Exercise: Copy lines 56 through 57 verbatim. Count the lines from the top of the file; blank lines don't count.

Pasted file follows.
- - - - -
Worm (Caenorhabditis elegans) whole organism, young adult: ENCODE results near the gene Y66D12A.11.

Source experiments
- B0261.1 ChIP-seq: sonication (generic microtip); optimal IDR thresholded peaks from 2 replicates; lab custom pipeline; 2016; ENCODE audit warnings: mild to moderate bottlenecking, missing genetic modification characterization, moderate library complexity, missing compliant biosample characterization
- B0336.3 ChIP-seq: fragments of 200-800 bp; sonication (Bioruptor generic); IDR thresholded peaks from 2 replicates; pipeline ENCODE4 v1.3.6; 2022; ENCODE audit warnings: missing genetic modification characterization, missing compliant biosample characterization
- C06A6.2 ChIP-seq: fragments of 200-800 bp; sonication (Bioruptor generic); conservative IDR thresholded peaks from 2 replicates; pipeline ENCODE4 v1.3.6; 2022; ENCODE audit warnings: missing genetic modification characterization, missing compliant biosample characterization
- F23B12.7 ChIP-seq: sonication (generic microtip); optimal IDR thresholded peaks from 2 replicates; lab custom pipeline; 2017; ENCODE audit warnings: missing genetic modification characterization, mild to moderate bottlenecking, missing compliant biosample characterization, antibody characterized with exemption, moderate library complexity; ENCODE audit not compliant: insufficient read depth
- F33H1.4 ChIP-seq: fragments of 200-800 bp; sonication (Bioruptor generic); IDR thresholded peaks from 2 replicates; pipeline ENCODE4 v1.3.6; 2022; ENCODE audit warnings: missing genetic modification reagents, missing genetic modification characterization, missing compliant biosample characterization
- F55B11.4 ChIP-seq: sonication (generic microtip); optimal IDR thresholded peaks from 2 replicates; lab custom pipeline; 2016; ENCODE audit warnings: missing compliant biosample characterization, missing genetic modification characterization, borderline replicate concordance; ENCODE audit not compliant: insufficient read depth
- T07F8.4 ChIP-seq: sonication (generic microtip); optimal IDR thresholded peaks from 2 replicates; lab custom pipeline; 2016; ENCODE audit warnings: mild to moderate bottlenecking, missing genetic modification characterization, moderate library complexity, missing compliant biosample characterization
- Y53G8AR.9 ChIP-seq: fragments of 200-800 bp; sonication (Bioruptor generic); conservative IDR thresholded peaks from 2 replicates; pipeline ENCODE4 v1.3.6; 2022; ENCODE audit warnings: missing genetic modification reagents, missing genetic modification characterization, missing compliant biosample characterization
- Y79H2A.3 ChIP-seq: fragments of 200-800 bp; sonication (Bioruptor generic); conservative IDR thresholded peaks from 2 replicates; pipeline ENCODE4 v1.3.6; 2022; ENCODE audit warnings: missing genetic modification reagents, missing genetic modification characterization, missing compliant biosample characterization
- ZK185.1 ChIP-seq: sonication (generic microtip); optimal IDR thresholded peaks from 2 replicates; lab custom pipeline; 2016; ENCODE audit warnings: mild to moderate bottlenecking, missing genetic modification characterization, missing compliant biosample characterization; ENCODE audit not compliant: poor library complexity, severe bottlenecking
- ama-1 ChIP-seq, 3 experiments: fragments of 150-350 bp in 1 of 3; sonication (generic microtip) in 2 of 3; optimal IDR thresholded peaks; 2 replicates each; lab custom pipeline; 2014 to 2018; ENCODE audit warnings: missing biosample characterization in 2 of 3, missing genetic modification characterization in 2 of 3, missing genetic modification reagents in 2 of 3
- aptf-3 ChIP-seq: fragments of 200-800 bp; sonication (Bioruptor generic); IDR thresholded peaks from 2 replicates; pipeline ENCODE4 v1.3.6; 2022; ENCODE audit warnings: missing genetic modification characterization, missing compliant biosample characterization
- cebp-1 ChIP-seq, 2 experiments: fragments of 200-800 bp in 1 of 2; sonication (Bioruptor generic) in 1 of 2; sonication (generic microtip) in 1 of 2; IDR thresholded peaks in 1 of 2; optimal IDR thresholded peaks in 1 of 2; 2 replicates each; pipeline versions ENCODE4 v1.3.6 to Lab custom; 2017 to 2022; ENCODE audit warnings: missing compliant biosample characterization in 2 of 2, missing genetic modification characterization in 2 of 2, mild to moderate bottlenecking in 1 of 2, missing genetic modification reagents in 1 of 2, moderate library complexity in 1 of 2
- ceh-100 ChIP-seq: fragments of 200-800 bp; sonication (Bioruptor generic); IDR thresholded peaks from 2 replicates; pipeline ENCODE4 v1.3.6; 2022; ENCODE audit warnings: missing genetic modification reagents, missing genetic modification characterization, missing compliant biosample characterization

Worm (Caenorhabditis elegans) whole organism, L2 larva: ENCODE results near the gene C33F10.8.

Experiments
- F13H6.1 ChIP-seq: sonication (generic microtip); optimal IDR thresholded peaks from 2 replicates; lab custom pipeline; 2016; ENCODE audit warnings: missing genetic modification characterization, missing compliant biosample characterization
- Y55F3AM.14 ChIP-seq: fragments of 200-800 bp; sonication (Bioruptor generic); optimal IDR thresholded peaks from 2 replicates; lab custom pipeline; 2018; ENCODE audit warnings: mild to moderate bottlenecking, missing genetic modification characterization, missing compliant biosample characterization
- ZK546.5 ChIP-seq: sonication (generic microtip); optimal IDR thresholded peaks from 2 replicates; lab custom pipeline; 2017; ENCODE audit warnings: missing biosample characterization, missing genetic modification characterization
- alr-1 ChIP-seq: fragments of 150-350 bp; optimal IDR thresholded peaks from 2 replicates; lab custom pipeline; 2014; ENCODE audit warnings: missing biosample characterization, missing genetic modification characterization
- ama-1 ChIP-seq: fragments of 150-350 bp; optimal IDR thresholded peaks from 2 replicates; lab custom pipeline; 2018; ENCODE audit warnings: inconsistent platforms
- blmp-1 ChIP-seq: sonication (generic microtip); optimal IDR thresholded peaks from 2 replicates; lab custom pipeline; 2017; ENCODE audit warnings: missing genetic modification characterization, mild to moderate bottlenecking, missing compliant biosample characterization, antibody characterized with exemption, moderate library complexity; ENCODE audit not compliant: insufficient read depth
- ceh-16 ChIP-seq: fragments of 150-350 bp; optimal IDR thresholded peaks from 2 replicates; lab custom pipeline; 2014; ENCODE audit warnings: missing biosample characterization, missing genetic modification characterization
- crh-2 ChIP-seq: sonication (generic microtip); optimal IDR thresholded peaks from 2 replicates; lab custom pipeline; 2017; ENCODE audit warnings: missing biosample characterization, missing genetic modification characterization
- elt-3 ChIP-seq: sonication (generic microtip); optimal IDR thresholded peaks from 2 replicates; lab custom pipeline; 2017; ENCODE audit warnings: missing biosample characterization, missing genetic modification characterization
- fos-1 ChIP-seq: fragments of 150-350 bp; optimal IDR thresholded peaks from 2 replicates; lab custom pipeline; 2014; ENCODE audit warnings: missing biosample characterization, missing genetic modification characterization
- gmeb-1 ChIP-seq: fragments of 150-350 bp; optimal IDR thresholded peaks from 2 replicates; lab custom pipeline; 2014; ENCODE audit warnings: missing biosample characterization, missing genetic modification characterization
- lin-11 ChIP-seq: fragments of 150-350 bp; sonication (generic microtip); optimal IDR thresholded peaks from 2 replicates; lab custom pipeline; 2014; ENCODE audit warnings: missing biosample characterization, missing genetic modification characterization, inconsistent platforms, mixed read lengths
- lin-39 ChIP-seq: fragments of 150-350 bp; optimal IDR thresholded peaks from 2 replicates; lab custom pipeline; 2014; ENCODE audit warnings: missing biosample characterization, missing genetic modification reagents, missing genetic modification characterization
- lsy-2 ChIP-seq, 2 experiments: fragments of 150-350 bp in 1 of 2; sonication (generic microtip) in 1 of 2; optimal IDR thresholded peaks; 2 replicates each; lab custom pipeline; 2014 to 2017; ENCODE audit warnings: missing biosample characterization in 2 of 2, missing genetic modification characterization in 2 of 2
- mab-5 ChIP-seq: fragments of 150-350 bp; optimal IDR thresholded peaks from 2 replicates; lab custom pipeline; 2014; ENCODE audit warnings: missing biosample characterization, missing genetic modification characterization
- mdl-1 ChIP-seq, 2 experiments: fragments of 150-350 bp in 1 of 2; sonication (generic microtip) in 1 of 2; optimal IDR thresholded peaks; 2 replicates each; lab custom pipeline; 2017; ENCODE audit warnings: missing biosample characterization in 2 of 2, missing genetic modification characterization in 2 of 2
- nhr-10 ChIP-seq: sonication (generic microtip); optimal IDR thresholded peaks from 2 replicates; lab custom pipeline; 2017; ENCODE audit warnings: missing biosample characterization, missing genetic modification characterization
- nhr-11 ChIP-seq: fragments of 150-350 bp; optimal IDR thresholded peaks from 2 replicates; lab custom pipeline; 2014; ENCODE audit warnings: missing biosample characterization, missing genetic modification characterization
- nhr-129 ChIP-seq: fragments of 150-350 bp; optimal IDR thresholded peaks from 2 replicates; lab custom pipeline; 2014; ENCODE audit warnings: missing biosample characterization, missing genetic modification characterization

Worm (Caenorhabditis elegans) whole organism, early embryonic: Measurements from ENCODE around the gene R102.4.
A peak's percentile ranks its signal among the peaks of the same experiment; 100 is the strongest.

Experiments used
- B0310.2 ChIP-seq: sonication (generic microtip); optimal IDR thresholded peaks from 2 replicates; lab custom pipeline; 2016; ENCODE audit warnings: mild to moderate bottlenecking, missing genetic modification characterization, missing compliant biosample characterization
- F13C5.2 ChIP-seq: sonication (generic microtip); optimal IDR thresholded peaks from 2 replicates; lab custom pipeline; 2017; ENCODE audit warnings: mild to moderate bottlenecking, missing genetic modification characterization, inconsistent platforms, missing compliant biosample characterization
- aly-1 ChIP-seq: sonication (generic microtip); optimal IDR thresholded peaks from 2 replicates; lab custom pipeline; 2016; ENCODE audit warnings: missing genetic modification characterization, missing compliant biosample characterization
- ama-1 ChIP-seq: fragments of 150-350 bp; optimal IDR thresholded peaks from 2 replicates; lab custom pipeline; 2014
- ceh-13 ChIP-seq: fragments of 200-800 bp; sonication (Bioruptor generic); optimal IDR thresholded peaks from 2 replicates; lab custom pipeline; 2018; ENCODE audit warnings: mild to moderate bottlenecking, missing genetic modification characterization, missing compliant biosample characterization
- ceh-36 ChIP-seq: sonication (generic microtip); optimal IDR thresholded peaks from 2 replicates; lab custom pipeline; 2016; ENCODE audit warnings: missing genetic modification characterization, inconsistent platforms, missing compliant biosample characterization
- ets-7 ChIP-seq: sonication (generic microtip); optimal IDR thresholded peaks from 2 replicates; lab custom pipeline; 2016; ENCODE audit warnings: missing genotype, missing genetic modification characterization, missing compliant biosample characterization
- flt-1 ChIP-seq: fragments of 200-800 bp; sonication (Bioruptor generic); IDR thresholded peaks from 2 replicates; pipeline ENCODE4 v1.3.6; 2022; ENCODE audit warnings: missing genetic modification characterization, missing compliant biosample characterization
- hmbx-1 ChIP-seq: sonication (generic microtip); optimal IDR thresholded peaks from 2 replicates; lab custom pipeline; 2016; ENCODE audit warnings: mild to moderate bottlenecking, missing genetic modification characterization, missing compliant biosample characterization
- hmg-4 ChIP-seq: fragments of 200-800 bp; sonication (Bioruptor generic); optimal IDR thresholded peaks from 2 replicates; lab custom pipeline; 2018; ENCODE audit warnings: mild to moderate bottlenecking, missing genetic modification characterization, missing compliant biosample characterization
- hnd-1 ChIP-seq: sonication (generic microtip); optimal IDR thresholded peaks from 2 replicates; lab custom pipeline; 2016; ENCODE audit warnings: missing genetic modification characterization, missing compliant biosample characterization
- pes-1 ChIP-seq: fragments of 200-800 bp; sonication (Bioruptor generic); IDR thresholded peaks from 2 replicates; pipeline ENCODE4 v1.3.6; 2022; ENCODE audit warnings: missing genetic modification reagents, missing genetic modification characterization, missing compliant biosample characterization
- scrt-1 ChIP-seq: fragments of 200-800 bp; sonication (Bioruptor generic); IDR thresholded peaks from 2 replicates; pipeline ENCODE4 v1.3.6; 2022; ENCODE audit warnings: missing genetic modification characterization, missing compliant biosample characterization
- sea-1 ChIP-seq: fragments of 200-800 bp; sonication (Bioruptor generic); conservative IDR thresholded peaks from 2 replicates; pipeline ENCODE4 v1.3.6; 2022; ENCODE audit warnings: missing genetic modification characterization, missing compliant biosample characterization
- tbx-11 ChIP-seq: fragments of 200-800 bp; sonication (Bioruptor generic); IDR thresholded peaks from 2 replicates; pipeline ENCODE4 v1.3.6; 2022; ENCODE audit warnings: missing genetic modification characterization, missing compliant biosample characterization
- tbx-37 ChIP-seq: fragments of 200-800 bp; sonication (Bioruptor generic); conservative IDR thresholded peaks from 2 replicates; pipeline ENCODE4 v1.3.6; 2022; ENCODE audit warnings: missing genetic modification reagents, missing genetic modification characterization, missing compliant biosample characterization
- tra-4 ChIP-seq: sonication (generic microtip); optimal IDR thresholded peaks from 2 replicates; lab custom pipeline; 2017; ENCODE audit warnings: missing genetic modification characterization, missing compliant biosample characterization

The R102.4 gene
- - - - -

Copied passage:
- tbx-37 ChIP-seq: fragments of 200-800 bp; sonication (Bioruptor generic); conservative IDR thresholded peaks from 2 replicates; pipeline ENCODE4 v1.3.6; 2022; ENCODE audit warnings: missing genetic modification reagents, missing genetic modification characterization, missing compliant biosample characterization
- tra-4 ChIP-seq: sonication (generic microtip); optimal IDR thresholded peaks from 2 replicates; lab custom pipeline; 2017; ENCODE audit warnings: missing genetic modification characterization, missing compliant biosample characterization